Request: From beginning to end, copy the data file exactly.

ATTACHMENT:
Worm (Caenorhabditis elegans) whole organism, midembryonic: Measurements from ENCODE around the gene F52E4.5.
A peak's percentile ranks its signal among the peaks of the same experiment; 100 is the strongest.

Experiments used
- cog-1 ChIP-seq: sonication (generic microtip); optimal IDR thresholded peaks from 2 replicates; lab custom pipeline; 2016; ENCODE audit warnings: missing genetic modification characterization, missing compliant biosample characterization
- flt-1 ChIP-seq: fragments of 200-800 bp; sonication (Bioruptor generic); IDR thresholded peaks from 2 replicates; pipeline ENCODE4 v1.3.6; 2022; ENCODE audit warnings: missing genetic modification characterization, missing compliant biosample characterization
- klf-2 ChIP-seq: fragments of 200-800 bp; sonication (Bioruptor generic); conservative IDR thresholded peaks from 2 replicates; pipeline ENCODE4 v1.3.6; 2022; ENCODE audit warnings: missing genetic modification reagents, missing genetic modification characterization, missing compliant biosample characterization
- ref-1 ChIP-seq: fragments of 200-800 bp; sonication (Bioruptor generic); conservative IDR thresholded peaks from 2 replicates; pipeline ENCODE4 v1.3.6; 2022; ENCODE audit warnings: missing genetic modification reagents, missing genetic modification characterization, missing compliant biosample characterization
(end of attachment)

Worm (Caenorhabditis elegans) whole organism, midembryonic: Measurements from ENCODE around the gene F52E4.5.
A peak's percentile ranks its signal among the peaks of the same experiment; 100 is the strongest.

Experiments used
- cog-1 ChIP-seq: sonication (generic microtip); optimal IDR thresholded peaks from 2 replicates; lab custom pipeline; 2016; ENCODE audit warnings: missing genetic modification characterization, missing compliant biosample characterization
- flt-1 ChIP-seq: fragments of 200-800 bp; sonication (Bioruptor generic); IDR thresholded peaks from 2 replicates; pipeline ENCODE4 v1.3.6; 2022; ENCODE audit warnings: missing genetic modification characterization, missing compliant biosample characterization
- klf-2 ChIP-seq: fragments of 200-800 bp; sonication (Bioruptor generic); conservative IDR thresholded peaks from 2 replicates; pipeline ENCODE4 v1.3.6; 2022; ENCODE audit warnings: missing genetic modification reagents, missing genetic modification characterization, missing compliant biosample characterization
- ref-1 ChIP-seq: fragments of 200-800 bp; sonication (Bioruptor generic); conservative IDR thresholded peaks from 2 replicates; pipeline ENCODE4 v1.3.6; 2022; ENCODE audit warnings: missing genetic modification reagents, missing genetic modification characterization, missing compliant biosample characterization